It's a little bit late in the day to be driving a Volkswagen Golf, but I do like to revisit a car on occasion to see how it's getting on as it ages, writes Brian Byrne. The next generation isn't due until 2018, so it will be around for a while yet.
Besides, I hadn't driven the estate version of the car which has for a number of years topped the most popular model list in Ireland. Also the most aspired to, if we believed the hype and the related advertising.
The Golf has been the mainstay of Volkswagen's success for decades. Not many mainstream cars achieve icon status, but the VW has been blessed with two — this one and the Beetle which it supplanted as the company's breadwinner.
It is arguable that without the Golf, Volkswagen would never have had the cash and the financial credit status to build itself to be the biggest carmaker in the world — it just won that title back from Toyota in the last quarter, despite the issues over emissions cheating. The spread of its acquisitions over the last decades, Skoda, SEAT, Audi, Bentley, Porsche and exotics Bugatti and Lamborghini, is really quite breathtaking.
But the core brand is still the foundation. And the legend of Golf built on it. There's a thing about legends though. Sometimes the reality behind them has to be faced.
And I'm afraid the reality of Golf today is perhaps not what it was. Not that it is disimproved, more that it has been caught up to, maybe overtaken. Passed out in style, for instance, by the Mazda3 I wrote about last week, which is much better looking. It's all very well that an iconic shape shouldn't be tampered with, but style is near the top of most buyer influences and eventually they'll want something very fresh.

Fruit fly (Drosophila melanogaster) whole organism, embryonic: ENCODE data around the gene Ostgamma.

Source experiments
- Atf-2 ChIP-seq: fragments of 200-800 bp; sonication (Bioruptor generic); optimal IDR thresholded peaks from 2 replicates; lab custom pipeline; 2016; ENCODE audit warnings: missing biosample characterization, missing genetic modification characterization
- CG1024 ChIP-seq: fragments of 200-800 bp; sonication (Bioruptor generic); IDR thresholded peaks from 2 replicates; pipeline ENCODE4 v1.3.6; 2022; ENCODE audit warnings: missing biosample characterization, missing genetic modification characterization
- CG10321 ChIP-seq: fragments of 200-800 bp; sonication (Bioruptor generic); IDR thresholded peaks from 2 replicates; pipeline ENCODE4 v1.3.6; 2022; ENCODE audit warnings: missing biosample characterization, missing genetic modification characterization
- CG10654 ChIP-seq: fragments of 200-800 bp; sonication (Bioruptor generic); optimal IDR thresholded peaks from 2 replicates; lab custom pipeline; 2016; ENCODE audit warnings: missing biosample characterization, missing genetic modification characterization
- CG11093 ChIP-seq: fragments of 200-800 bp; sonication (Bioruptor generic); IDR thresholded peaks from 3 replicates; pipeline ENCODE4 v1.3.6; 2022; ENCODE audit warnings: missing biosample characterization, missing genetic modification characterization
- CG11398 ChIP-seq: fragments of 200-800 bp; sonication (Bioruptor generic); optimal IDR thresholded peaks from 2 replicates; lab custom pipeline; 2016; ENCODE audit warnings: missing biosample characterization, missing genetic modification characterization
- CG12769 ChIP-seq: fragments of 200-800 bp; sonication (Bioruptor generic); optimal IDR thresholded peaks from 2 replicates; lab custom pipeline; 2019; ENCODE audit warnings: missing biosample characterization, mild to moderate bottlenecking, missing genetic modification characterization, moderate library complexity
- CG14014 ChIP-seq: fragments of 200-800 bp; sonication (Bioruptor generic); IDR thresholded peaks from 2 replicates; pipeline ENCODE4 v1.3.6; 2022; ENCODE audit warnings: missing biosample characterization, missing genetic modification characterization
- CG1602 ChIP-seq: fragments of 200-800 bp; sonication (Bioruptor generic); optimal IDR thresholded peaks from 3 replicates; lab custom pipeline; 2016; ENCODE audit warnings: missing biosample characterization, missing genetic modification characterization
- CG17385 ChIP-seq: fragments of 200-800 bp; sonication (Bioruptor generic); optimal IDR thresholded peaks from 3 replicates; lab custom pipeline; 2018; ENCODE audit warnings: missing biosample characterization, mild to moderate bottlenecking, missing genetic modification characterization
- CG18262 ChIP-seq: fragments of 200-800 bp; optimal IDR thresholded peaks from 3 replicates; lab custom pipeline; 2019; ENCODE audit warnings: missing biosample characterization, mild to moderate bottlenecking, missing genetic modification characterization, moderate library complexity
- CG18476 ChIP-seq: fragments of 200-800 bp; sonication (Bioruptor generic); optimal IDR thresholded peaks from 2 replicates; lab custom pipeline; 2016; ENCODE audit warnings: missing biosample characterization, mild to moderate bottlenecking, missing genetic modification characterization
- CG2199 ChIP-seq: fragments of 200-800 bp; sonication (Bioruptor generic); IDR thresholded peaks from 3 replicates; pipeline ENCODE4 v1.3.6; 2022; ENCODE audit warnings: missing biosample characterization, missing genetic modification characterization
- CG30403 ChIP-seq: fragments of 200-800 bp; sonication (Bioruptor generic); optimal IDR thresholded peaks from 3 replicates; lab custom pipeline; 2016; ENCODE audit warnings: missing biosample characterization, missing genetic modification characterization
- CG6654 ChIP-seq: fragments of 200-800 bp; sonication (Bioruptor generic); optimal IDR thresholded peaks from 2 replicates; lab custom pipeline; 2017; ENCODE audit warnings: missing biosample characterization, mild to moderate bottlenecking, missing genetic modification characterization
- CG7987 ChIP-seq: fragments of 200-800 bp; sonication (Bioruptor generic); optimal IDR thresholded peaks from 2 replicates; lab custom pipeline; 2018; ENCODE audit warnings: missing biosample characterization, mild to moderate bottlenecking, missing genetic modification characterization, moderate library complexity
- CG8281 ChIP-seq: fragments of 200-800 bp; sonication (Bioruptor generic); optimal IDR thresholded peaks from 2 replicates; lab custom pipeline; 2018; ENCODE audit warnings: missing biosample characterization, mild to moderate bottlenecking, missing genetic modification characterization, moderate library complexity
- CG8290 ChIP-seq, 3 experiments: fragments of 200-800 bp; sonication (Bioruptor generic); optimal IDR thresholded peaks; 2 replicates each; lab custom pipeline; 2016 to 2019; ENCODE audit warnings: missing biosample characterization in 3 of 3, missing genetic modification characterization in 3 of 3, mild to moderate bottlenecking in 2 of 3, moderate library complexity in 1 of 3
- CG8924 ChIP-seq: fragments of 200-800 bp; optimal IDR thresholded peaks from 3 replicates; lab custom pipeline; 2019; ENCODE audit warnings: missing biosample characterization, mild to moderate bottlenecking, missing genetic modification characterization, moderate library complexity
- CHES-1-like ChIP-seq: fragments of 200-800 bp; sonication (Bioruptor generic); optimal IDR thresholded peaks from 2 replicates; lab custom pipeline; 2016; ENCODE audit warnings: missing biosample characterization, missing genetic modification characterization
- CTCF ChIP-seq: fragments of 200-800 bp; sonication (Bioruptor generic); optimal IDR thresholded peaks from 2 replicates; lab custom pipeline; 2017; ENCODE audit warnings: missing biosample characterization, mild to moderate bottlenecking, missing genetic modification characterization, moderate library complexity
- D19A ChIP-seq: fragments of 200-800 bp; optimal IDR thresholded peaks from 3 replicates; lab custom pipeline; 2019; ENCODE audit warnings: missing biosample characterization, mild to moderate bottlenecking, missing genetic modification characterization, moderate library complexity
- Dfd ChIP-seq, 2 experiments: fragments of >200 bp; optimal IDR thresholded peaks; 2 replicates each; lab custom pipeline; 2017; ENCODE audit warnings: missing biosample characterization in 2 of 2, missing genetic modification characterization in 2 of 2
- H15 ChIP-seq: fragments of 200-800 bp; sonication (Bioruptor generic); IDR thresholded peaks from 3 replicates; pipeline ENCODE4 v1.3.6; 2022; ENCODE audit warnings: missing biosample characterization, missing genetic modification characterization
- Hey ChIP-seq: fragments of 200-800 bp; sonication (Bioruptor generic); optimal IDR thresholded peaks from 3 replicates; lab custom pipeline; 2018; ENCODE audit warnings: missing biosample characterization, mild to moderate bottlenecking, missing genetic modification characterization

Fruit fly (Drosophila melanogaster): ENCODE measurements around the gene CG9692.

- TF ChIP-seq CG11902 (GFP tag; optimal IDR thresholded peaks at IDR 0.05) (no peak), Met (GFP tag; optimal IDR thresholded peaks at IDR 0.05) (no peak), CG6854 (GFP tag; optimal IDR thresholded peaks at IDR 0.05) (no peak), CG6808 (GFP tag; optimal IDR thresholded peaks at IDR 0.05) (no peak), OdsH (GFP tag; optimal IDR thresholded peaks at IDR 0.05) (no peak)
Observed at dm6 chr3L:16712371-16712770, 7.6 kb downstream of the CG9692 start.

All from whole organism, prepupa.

Quality has always been an underpinning of the VW brand, and particularly the Golf. There's no sense that this has deteriorated either, but in a very real way there are many more equivalents out there which have at least equalled the Volkswagen product in this respect.
Safety technology is now pretty similar in most cars in the class, apart from how it is named and at what grade point do you get the full package, if you do get it without optioning a special pack? Most of the gubbins making it work is from the same external specialist suppliers anyhow. Golf doesn't differ significantly here.
Leaving emissions claims aside — it's only a tiny influencer for most would-be buyers — almost all of the diesel cars in the compact family segment are close enough in economy, power, and refinement. As we transition back towards petrol, and it is happening, we're likely to see a wider range of power offerings. Volkswagen has already developed a strong expertise in turbocharged petrol, and in the provision of dual-clutch gearboxes that match them well. Golf already has a probable lead here for now. The review car was the 110hp 1.6 diesel version, and proved adequate. A mere 5-speed gearbox didn't generate any enthusiasm.
The bottom line is that the Golf as we know it now is reaching the end of its current generation, writes Brian Byrne. Will they make any substantial changes for the next one, to bring it back to the 'I want it' space the model used to enjoy? We'll see, eventually.
The Golf Estate is priced from €22,760. The Lounge grade of the review car in 1.6 TDI manual is from €27,775, road tax €190.